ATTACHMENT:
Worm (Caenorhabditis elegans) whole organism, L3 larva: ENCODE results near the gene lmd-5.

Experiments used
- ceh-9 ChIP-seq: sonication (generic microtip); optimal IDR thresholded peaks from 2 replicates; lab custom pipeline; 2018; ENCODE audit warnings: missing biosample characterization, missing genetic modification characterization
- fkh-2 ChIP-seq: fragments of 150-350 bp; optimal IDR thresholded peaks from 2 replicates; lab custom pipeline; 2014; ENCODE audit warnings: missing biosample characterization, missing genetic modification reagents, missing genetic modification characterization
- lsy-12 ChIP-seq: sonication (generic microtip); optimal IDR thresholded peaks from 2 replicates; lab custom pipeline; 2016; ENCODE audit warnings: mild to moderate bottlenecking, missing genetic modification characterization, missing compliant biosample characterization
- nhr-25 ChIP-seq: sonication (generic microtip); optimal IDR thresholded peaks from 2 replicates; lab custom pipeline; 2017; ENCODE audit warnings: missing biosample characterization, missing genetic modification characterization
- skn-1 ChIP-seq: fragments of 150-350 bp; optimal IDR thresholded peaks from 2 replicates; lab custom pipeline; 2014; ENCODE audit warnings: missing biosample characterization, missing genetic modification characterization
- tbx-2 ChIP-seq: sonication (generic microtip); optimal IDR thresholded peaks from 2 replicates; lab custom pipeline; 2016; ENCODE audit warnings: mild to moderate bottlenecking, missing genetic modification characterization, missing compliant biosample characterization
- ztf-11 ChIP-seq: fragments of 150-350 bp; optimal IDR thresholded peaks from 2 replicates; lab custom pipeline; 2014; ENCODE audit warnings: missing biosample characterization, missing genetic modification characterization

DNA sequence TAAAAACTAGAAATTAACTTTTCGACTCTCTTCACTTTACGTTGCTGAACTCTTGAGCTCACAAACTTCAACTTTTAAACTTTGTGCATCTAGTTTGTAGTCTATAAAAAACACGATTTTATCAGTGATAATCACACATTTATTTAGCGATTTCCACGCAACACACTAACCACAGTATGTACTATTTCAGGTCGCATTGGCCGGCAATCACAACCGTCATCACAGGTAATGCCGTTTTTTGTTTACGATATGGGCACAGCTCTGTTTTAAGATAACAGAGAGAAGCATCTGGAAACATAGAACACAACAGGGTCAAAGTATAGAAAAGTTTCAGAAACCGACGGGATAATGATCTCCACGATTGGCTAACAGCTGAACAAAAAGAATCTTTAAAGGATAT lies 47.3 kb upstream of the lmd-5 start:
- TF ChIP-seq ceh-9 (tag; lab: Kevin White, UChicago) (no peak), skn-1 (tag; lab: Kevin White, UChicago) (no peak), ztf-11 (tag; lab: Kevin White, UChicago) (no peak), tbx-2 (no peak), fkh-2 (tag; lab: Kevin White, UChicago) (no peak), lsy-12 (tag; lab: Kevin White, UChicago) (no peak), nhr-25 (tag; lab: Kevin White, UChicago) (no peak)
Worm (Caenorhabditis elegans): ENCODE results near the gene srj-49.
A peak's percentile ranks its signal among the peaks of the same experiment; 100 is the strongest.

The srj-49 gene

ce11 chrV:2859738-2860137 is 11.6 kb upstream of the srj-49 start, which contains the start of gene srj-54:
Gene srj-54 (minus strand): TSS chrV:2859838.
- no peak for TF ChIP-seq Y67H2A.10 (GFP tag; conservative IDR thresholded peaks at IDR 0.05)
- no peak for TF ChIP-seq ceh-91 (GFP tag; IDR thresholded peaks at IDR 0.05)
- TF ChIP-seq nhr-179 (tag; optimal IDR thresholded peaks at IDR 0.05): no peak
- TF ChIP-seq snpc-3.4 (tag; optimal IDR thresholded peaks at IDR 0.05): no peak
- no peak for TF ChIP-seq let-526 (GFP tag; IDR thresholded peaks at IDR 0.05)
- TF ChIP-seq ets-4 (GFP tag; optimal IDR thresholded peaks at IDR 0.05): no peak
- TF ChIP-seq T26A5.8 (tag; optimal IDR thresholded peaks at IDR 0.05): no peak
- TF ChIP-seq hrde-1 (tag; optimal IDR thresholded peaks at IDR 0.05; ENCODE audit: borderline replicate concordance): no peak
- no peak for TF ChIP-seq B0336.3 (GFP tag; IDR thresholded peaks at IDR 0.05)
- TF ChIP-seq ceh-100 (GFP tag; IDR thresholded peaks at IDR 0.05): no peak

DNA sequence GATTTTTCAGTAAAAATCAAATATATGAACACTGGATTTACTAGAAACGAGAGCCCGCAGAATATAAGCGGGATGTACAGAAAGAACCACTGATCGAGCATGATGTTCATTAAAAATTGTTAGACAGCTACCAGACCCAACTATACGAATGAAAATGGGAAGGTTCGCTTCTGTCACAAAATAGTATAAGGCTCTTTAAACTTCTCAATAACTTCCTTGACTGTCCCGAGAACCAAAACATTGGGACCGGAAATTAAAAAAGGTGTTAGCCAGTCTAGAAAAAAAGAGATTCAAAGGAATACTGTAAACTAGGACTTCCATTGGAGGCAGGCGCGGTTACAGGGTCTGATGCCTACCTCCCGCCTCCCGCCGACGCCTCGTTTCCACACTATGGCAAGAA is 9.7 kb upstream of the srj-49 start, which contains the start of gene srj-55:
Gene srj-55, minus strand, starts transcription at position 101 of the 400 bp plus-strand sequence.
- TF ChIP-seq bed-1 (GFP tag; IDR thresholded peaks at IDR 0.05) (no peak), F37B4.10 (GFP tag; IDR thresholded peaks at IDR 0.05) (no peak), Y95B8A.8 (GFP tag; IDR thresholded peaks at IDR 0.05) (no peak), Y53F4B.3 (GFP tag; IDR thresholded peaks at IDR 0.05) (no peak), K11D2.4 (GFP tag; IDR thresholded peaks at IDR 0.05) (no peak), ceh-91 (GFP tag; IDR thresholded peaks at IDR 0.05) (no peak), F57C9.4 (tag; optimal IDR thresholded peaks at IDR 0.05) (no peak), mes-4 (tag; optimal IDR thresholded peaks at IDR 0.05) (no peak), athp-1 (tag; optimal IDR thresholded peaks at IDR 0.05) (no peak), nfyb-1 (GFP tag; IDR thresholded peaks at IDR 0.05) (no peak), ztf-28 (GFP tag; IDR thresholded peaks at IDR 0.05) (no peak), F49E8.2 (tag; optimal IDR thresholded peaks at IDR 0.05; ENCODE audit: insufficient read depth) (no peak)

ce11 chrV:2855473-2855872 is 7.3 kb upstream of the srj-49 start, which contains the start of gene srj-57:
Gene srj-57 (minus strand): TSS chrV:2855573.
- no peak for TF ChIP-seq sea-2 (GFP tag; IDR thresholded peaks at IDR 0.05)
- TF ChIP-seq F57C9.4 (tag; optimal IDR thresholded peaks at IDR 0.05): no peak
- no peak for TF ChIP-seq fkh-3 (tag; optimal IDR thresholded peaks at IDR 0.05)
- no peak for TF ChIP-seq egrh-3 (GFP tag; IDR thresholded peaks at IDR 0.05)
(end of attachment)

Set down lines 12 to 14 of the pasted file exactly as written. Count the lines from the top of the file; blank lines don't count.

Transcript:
Worm (Caenorhabditis elegans): ENCODE results near the gene srj-49.
A peak's percentile ranks its signal among the peaks of the same experiment; 100 is the strongest.

The srj-49 gene